This is one reason that the Federal government should not be giving large amounts of money to GE and other companies. Surely it seems like there is pressure and a possible connection between the aid and the granting of TV time. From Howard Kurtz at the Washington Post
In the days before President Obama's last news conference, as the networks weighed whether to give up a chunk of their precious prime time, Rahm Emanuel went straight to the top.
Rather than calling ABC, the White House chief of staff phoned Bob Iger, chief executive of parent company Disney. Instead of contacting NBC, Emanuel went to Jeffrey Immelt, the chief executive of General Electric. He also spoke with Les Moonves, the chief executive of CBS, the company spun off from Viacom.
Whether this amounted to undue pressure or plain old Chicago arm-twisting, Emanuel got results: the fourth hour of lucrative network time for his boss in six months. But network executives have been privately complaining to White House officials that they cannot afford to keep airing these sessions in the current economic downturn.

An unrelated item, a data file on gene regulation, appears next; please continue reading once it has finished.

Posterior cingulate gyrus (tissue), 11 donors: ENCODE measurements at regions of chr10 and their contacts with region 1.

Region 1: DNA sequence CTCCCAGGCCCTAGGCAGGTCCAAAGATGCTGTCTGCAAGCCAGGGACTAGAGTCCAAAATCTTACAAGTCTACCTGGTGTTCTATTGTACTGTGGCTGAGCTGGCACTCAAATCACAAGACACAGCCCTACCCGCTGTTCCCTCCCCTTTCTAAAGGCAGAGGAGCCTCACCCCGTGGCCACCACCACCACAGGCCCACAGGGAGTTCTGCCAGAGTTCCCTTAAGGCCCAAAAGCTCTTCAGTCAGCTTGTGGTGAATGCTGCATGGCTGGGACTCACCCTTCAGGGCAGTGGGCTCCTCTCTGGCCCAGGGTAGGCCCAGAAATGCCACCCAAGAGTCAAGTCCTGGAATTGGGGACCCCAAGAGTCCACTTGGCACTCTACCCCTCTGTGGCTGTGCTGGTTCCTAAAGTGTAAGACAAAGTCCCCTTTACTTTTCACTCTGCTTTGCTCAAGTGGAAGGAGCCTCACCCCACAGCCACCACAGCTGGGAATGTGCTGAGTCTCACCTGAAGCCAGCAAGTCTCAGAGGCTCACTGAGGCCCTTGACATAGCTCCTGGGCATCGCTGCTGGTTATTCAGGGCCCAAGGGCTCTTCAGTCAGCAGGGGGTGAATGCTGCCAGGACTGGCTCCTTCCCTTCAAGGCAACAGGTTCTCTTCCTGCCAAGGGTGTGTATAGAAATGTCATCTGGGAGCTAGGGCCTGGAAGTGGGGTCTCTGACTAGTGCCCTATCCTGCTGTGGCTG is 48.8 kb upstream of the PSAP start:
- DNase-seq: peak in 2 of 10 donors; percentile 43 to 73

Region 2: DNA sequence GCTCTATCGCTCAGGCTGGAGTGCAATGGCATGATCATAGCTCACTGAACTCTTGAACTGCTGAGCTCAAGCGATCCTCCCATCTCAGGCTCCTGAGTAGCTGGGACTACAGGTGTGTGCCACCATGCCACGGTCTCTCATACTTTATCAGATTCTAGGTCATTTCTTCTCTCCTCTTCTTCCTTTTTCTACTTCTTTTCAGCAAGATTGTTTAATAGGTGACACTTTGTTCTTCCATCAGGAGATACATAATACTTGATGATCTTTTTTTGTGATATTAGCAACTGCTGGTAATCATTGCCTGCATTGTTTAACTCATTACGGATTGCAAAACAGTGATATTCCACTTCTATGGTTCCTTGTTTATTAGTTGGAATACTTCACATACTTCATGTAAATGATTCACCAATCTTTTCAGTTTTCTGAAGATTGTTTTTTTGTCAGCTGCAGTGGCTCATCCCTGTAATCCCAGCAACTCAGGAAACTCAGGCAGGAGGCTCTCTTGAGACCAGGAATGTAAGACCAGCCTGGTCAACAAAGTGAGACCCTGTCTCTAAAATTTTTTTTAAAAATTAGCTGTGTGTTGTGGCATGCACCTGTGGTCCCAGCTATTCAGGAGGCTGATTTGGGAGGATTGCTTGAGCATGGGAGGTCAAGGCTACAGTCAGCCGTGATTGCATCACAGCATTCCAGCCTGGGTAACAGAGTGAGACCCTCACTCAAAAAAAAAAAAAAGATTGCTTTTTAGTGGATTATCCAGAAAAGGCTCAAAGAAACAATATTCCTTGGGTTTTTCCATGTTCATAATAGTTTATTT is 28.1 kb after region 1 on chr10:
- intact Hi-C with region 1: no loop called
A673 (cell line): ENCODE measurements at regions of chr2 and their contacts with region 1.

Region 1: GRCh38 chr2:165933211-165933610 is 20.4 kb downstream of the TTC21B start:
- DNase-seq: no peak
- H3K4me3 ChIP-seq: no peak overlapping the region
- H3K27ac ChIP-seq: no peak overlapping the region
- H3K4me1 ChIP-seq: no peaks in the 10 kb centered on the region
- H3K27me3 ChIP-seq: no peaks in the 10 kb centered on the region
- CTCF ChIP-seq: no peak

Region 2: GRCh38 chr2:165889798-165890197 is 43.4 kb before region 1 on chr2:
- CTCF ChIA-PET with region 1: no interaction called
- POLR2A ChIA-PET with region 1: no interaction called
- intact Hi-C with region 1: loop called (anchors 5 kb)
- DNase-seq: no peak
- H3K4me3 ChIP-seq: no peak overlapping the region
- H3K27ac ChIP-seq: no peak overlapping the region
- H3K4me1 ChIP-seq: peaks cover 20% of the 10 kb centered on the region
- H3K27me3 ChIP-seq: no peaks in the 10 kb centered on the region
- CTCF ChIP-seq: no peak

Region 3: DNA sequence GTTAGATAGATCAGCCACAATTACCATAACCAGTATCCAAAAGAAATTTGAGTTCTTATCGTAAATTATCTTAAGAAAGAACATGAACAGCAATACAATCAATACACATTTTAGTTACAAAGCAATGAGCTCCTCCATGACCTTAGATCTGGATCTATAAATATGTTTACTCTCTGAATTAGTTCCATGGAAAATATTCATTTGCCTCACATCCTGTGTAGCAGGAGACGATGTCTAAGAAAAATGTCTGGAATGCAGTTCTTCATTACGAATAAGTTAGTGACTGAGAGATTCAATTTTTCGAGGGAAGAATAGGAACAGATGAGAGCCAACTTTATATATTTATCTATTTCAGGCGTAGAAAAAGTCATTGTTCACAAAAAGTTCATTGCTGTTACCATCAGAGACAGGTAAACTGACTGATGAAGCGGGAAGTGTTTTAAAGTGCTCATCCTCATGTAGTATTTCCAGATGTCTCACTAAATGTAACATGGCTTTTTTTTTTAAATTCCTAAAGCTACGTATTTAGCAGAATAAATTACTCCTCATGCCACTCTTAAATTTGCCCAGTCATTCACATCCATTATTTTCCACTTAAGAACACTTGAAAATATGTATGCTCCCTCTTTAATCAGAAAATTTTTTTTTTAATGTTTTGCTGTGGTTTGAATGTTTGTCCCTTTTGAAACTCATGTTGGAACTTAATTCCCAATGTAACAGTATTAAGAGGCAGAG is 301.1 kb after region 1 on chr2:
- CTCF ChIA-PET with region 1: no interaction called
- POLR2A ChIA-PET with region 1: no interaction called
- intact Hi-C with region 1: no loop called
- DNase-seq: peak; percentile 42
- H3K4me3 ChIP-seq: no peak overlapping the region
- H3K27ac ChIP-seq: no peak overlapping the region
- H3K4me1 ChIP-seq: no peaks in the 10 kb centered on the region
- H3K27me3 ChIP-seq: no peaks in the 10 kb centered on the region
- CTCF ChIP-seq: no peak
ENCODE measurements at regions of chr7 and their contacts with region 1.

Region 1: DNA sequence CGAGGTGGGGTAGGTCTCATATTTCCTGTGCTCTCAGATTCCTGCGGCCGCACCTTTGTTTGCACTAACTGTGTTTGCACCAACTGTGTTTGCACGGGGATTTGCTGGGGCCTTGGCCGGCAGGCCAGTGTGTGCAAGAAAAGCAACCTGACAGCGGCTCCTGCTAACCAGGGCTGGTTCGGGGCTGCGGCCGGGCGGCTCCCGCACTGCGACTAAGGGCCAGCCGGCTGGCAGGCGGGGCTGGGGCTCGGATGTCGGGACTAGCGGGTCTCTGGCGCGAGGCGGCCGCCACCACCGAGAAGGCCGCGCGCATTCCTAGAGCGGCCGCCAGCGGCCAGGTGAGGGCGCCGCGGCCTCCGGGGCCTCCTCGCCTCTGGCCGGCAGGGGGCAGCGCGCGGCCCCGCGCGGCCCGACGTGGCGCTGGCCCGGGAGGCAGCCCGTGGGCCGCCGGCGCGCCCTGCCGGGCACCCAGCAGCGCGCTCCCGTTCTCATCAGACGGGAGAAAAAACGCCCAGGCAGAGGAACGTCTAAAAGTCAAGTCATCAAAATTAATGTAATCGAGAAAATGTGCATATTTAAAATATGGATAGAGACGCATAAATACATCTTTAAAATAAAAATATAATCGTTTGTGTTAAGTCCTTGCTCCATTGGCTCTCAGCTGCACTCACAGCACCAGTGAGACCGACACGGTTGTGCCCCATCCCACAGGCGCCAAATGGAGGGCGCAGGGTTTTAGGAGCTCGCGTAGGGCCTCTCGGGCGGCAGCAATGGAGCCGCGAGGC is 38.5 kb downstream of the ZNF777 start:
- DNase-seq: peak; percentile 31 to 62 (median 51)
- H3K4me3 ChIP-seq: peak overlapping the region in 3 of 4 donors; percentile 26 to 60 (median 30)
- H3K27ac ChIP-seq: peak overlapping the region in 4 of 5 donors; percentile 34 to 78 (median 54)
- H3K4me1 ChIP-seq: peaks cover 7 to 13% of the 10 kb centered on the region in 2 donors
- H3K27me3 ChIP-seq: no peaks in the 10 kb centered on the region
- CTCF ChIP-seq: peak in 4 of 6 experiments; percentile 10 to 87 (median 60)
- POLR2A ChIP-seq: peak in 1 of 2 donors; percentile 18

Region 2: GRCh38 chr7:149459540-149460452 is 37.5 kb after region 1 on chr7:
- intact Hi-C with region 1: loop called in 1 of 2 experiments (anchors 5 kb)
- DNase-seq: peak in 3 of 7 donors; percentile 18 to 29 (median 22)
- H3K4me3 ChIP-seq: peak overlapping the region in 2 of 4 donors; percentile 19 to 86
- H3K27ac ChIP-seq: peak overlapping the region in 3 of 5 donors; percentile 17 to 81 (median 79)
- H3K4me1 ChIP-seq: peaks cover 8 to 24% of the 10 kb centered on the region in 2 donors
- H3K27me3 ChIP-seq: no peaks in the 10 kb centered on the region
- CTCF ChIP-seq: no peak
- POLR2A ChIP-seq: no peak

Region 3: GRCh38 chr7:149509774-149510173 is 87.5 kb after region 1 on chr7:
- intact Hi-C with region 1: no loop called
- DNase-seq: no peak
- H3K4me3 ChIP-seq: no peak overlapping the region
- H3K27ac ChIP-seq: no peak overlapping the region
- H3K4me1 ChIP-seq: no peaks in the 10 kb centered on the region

The networks "absolutely" feel pressured, says Paul Friedman, CBS's senior vice president: "It's an enormous financial cost when the president replaces one of those prime-time hours. The news divisions also have mixed feelings about whether they are being used."
While it is interesting to see how a president handles questions, Friedman says, "there was nothing" at the July 22 session, which was dominated by health-care questions. "There hardly ever is these days, because there's so much coverage all the time." . . . .
Labels: General Electric, mediabias, ObamaAdministration